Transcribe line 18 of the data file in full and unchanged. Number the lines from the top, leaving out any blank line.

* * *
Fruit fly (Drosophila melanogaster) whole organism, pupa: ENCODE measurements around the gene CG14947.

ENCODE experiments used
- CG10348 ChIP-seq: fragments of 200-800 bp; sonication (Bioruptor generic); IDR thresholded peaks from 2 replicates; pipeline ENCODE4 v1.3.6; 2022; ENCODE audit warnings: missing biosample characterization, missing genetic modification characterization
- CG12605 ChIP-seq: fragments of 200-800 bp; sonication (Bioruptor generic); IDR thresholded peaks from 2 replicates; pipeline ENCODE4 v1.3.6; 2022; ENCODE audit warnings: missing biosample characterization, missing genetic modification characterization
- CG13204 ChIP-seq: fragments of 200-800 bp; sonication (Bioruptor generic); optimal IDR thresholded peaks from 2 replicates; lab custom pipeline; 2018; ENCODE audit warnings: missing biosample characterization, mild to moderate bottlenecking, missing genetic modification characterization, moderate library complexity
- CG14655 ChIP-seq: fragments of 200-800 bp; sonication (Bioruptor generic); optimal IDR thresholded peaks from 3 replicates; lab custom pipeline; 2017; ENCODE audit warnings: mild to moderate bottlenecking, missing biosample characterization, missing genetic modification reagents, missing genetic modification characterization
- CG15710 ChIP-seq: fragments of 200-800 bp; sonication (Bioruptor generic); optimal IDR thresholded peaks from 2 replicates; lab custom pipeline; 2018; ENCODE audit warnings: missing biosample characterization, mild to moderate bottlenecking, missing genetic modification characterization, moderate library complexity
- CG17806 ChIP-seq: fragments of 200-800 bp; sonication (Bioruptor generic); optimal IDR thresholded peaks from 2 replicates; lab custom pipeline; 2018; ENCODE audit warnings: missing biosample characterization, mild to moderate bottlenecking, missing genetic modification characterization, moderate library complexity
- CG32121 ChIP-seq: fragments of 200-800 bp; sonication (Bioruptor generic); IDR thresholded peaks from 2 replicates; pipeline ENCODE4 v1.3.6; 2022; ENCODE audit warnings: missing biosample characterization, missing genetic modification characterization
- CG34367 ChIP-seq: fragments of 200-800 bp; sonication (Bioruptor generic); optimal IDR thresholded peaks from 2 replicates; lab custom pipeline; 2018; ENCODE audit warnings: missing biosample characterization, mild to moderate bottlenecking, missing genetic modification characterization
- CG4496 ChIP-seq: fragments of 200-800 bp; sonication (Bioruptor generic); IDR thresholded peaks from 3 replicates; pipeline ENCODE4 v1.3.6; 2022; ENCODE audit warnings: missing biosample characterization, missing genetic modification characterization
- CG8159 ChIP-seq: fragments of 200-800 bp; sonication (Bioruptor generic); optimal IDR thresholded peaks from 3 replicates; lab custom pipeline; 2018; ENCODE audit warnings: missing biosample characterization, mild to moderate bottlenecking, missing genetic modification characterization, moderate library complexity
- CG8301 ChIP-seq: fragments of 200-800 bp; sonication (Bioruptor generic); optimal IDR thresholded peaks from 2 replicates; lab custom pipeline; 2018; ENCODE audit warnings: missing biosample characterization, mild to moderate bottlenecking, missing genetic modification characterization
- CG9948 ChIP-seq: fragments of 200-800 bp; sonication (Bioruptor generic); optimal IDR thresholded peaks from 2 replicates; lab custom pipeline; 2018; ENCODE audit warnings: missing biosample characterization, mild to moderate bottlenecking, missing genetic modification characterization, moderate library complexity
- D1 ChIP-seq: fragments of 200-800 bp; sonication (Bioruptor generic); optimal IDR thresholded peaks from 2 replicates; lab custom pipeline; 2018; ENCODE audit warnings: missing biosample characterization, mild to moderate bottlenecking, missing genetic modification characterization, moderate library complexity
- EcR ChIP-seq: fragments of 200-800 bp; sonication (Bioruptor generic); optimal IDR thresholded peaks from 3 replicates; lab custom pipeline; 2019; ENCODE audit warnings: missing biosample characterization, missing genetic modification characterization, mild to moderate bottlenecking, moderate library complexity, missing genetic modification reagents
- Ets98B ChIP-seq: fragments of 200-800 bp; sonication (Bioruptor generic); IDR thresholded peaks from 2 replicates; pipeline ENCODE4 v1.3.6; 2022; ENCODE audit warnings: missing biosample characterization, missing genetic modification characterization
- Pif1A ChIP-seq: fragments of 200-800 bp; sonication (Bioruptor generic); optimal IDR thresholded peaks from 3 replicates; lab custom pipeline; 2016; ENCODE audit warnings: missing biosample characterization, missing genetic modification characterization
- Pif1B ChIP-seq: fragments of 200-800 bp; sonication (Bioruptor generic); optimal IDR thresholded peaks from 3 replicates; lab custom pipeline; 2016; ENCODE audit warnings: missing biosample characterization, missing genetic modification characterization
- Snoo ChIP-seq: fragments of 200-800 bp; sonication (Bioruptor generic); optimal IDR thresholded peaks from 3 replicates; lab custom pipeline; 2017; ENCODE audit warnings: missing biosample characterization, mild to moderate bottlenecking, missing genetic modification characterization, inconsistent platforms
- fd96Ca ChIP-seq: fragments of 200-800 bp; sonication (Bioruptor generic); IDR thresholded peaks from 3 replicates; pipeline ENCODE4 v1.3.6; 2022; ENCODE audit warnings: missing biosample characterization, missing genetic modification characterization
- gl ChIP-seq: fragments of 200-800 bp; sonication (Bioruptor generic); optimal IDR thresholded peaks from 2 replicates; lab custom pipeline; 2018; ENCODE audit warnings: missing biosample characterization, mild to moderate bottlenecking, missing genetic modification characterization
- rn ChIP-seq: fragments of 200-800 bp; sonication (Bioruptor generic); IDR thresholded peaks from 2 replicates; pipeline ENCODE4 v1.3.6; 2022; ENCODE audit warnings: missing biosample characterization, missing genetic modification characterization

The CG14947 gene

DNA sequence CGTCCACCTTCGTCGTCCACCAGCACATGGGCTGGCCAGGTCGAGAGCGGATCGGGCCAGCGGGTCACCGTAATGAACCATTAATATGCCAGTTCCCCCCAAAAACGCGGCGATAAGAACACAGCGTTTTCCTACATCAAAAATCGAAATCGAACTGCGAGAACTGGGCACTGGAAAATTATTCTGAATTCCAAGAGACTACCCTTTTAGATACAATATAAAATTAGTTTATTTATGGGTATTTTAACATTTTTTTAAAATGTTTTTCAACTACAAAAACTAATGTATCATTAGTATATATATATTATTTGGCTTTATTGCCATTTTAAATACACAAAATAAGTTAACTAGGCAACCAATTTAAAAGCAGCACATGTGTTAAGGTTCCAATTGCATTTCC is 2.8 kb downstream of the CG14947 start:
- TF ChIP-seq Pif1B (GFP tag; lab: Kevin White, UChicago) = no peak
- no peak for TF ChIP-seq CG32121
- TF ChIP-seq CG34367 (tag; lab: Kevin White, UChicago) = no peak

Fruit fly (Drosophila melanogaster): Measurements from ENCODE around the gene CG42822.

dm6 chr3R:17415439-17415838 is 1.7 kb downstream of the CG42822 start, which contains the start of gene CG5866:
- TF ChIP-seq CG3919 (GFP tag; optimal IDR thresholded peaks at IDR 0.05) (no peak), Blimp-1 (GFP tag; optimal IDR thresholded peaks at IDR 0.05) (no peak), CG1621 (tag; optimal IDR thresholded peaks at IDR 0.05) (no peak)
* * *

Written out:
- Pif1A ChIP-seq: fragments of 200-800 bp; sonication (Bioruptor generic); optimal IDR thresholded peaks from 3 replicates; lab custom pipeline; 2016; ENCODE audit warnings: missing biosample characterization, missing genetic modification characterization